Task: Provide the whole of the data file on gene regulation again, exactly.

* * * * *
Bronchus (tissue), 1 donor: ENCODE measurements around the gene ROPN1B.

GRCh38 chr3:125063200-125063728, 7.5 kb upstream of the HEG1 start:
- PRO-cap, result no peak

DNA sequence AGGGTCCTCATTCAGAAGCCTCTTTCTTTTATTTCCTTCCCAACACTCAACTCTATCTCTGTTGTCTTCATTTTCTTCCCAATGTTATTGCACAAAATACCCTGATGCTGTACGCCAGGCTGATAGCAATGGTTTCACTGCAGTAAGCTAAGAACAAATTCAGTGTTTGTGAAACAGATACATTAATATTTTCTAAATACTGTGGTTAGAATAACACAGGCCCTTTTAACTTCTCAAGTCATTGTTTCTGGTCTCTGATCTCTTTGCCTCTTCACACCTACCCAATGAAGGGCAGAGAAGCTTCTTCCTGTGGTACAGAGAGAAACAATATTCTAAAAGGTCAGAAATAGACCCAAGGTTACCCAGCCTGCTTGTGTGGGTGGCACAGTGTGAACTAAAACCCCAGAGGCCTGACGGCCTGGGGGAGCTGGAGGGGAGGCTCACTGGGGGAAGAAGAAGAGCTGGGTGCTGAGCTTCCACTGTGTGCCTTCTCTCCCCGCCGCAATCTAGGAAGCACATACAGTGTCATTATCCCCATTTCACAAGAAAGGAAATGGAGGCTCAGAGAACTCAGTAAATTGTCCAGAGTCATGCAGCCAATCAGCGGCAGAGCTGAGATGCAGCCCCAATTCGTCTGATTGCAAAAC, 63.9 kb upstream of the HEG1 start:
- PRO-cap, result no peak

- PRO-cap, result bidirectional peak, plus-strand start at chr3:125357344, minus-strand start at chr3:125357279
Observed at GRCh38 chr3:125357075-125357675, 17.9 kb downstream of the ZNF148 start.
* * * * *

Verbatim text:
Bronchus (tissue), 1 donor: ENCODE measurements around the gene ROPN1B.

GRCh38 chr3:125063200-125063728, 7.5 kb upstream of the HEG1 start:
- PRO-cap, result no peak

DNA sequence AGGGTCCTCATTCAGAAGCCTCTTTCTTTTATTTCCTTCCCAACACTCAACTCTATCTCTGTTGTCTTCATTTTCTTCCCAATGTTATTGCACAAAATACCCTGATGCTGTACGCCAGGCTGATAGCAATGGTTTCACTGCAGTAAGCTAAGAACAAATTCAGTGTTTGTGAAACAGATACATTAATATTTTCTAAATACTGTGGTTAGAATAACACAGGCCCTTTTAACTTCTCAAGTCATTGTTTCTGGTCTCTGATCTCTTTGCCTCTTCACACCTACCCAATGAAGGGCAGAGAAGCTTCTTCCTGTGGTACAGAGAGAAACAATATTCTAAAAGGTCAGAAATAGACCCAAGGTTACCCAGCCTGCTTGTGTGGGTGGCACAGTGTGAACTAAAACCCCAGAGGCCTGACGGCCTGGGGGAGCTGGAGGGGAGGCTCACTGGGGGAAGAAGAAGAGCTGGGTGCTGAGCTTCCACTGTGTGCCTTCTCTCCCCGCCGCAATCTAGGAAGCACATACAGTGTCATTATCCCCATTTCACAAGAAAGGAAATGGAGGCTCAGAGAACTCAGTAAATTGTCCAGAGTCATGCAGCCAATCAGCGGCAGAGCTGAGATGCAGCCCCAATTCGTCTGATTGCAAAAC, 63.9 kb upstream of the HEG1 start:
- PRO-cap, result no peak

- PRO-cap, result bidirectional peak, plus-strand start at chr3:125357344, minus-strand start at chr3:125357279
Observed at GRCh38 chr3:125357075-125357675, 17.9 kb downstream of the ZNF148 start.